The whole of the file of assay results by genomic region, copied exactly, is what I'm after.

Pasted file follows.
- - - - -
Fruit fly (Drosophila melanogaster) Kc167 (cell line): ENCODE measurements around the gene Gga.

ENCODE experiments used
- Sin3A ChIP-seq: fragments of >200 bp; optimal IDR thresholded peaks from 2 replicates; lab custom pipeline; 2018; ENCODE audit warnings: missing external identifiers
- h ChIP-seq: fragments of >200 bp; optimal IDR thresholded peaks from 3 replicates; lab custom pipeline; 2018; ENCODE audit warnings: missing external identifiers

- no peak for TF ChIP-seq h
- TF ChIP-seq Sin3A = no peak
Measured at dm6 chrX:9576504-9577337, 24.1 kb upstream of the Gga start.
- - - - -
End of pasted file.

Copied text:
Fruit fly (Drosophila melanogaster) Kc167 (cell line): ENCODE measurements around the gene Gga.

ENCODE experiments used
- Sin3A ChIP-seq: fragments of >200 bp; optimal IDR thresholded peaks from 2 replicates; lab custom pipeline; 2018; ENCODE audit warnings: missing external identifiers
- h ChIP-seq: fragments of >200 bp; optimal IDR thresholded peaks from 3 replicates; lab custom pipeline; 2018; ENCODE audit warnings: missing external identifiers

- no peak for TF ChIP-seq h
- TF ChIP-seq Sin3A = no peak
Measured at dm6 chrX:9576504-9577337, 24.1 kb upstream of the Gga start.